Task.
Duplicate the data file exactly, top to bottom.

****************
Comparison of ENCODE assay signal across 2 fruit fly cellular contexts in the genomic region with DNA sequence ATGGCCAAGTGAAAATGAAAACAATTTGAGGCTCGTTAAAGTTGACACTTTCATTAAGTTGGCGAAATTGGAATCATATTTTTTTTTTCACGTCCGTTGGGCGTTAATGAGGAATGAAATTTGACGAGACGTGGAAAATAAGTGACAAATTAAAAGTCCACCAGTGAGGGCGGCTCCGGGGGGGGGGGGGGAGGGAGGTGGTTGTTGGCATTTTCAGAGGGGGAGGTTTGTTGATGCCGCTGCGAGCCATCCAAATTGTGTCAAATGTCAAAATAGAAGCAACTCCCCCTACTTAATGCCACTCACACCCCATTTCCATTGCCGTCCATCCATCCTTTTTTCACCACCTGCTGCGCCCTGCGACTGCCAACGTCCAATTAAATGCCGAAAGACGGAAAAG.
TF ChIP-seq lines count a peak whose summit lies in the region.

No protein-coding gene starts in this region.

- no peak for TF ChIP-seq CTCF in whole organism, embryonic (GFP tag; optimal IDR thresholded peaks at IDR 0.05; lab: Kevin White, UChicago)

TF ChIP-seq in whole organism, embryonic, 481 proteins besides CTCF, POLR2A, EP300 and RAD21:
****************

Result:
Comparison of ENCODE assay signal across 2 fruit fly cellular contexts in the genomic region with DNA sequence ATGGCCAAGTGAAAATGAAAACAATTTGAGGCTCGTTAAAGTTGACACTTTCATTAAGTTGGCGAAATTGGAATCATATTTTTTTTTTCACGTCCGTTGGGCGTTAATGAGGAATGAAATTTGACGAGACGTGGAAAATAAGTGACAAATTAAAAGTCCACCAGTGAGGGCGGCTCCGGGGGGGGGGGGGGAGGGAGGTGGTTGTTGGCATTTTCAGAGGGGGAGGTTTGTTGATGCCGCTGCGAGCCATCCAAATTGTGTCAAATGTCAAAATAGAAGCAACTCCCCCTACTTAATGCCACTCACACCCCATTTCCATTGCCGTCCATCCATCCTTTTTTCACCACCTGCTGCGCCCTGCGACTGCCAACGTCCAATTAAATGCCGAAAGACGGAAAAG.
TF ChIP-seq lines count a peak whose summit lies in the region.

No protein-coding gene starts in this region.

- no peak for TF ChIP-seq CTCF in whole organism, embryonic (GFP tag; optimal IDR thresholded peaks at IDR 0.05; lab: Kevin White, UChicago)

TF ChIP-seq in whole organism, embryonic, 481 proteins besides CTCF, POLR2A, EP300 and RAD21: